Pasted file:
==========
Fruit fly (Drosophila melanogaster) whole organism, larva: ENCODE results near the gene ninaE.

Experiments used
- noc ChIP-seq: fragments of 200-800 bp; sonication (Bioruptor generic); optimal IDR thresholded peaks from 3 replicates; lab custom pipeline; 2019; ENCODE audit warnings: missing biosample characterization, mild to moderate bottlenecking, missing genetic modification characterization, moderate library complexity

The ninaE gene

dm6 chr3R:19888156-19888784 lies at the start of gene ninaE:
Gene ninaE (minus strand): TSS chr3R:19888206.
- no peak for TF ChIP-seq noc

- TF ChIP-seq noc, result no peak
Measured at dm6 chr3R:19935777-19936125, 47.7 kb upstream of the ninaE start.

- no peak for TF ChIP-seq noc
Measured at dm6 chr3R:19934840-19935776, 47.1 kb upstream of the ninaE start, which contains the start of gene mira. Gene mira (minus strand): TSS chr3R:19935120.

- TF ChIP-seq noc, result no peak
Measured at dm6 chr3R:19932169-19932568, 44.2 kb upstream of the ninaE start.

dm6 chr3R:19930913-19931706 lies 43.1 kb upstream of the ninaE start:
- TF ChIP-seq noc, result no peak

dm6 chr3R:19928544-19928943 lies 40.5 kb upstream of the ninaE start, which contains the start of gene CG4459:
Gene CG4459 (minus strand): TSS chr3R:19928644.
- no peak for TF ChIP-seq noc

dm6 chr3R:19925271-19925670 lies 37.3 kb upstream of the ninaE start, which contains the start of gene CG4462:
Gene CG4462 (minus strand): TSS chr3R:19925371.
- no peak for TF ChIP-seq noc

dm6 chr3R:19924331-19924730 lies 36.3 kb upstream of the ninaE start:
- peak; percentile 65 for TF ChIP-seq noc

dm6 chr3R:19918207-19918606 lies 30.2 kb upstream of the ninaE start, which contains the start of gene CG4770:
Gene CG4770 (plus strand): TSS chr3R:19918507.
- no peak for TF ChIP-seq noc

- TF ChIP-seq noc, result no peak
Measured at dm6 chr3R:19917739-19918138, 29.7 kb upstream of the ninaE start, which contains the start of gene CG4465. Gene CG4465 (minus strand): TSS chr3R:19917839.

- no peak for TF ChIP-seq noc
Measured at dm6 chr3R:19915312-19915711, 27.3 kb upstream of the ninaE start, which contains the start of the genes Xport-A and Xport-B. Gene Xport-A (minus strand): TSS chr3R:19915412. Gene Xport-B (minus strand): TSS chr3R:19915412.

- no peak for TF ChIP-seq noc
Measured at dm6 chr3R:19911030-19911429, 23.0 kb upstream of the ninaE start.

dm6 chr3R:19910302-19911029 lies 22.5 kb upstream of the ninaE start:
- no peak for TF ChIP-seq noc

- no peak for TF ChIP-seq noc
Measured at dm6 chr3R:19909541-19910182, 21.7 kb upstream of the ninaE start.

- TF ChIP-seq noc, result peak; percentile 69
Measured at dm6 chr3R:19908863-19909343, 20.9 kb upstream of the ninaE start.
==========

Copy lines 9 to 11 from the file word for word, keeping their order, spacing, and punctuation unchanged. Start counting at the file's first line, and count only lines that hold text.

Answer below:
Measured at dm6 chr3R:19935777-19936125, 47.7 kb upstream of the ninaE start.

- no peak for TF ChIP-seq noc
Measured at dm6 chr3R:19934840-19935776, 47.1 kb upstream of the ninaE start, which contains the start of gene mira. Gene mira (minus strand): TSS chr3R:19935120.